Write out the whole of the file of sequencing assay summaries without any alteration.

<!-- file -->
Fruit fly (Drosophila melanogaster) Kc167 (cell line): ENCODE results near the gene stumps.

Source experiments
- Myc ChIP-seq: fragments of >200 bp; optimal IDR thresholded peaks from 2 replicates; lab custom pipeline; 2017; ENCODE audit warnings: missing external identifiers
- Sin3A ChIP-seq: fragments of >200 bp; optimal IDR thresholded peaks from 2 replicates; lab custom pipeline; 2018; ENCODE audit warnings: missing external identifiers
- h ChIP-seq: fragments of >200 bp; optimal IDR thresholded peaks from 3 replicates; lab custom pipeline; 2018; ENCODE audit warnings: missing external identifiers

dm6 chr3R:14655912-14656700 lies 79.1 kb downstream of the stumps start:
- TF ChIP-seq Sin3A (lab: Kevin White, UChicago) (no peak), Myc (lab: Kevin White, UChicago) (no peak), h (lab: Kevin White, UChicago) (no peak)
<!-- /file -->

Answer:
Fruit fly (Drosophila melanogaster) Kc167 (cell line): ENCODE results near the gene stumps.

Source experiments
- Myc ChIP-seq: fragments of >200 bp; optimal IDR thresholded peaks from 2 replicates; lab custom pipeline; 2017; ENCODE audit warnings: missing external identifiers
- Sin3A ChIP-seq: fragments of >200 bp; optimal IDR thresholded peaks from 2 replicates; lab custom pipeline; 2018; ENCODE audit warnings: missing external identifiers
- h ChIP-seq: fragments of >200 bp; optimal IDR thresholded peaks from 3 replicates; lab custom pipeline; 2018; ENCODE audit warnings: missing external identifiers

dm6 chr3R:14655912-14656700 lies 79.1 kb downstream of the stumps start:
- TF ChIP-seq Sin3A (lab: Kevin White, UChicago) (no peak), Myc (lab: Kevin White, UChicago) (no peak), h (lab: Kevin White, UChicago) (no peak)